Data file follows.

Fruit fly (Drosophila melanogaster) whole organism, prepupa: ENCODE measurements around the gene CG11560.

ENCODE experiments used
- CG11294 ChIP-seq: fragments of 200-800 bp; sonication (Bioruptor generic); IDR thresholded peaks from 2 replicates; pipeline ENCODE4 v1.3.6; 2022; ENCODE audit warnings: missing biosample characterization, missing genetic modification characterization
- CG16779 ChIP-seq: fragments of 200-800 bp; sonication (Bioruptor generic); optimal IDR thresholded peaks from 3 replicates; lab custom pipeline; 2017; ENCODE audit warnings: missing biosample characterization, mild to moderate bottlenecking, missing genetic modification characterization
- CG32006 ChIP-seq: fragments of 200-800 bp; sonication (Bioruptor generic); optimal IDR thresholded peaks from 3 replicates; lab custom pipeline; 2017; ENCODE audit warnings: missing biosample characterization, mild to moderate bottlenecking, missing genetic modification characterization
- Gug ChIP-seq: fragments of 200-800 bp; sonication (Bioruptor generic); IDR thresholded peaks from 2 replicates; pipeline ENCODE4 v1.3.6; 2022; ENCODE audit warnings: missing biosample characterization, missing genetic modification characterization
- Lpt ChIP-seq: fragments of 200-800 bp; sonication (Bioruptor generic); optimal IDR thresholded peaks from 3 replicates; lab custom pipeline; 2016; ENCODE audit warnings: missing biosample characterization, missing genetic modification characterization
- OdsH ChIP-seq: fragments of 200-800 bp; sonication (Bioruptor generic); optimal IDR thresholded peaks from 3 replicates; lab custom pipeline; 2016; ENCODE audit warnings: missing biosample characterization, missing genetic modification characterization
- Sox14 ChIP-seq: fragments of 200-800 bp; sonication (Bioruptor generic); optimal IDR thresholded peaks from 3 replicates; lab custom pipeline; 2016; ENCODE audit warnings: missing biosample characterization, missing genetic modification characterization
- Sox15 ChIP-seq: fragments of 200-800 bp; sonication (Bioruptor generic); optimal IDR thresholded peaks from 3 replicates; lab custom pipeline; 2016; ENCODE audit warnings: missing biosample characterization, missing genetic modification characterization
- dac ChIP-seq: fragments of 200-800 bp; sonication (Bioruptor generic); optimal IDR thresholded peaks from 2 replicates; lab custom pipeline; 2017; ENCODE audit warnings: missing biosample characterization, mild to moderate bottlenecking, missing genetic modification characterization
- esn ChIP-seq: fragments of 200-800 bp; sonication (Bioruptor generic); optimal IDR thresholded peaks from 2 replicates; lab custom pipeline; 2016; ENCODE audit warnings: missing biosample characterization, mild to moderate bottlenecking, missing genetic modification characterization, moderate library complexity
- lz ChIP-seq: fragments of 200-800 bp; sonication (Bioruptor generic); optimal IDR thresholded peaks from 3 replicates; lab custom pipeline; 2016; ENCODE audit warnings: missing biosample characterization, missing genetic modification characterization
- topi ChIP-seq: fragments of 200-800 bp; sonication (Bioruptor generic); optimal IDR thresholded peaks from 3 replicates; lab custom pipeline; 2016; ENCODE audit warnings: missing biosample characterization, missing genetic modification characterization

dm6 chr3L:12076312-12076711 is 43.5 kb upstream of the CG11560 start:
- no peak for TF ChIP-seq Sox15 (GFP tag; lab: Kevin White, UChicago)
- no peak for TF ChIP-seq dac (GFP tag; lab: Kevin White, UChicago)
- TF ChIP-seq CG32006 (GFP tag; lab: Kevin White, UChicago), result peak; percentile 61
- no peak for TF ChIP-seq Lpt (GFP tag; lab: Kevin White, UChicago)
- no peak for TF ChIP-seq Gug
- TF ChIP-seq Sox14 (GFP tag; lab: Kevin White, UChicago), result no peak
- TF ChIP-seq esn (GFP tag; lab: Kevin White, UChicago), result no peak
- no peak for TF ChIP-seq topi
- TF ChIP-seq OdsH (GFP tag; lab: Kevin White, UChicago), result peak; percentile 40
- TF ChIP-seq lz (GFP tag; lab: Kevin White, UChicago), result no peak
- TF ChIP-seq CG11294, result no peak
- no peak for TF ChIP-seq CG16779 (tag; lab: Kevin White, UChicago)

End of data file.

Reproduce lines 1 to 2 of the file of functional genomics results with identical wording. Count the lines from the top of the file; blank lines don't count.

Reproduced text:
Fruit fly (Drosophila melanogaster) whole organism, prepupa: ENCODE measurements around the gene CG11560.

ENCODE experiments used